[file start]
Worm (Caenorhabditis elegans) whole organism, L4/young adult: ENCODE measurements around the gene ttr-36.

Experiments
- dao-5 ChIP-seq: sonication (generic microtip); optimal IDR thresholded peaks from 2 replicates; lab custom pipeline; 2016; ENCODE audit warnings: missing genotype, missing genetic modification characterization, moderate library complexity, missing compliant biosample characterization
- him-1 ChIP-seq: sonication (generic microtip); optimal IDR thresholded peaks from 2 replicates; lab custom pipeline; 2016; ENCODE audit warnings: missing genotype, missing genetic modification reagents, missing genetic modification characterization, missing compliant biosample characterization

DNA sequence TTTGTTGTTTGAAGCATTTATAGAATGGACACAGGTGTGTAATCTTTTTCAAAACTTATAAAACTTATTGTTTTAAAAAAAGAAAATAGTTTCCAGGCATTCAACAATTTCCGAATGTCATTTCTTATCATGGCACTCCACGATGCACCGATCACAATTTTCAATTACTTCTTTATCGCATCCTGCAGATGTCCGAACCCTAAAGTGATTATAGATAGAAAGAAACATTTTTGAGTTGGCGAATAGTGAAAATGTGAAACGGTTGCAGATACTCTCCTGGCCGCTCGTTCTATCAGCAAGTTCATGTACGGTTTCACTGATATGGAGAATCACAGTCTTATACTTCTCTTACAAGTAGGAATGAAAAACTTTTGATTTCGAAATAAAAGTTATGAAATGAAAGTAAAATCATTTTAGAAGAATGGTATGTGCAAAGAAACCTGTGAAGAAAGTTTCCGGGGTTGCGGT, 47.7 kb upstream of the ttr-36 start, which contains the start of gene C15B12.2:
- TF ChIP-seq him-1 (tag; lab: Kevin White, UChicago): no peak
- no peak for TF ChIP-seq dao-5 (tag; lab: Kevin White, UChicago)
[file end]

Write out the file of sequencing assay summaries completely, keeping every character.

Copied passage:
Worm (Caenorhabditis elegans) whole organism, L4/young adult: ENCODE measurements around the gene ttr-36.

Experiments
- dao-5 ChIP-seq: sonication (generic microtip); optimal IDR thresholded peaks from 2 replicates; lab custom pipeline; 2016; ENCODE audit warnings: missing genotype, missing genetic modification characterization, moderate library complexity, missing compliant biosample characterization
- him-1 ChIP-seq: sonication (generic microtip); optimal IDR thresholded peaks from 2 replicates; lab custom pipeline; 2016; ENCODE audit warnings: missing genotype, missing genetic modification reagents, missing genetic modification characterization, missing compliant biosample characterization

DNA sequence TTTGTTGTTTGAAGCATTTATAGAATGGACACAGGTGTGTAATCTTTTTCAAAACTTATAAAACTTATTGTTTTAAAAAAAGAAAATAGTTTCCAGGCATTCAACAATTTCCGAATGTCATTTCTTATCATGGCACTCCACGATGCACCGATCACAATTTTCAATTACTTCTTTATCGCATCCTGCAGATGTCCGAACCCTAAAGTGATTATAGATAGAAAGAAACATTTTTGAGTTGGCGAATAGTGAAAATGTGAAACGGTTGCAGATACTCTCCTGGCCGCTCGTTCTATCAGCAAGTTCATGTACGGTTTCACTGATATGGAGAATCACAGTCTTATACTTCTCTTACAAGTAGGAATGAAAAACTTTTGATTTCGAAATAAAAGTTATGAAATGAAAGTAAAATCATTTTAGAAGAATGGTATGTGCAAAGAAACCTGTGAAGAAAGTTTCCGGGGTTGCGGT, 47.7 kb upstream of the ttr-36 start, which contains the start of gene C15B12.2:
- TF ChIP-seq him-1 (tag; lab: Kevin White, UChicago): no peak
- no peak for TF ChIP-seq dao-5 (tag; lab: Kevin White, UChicago)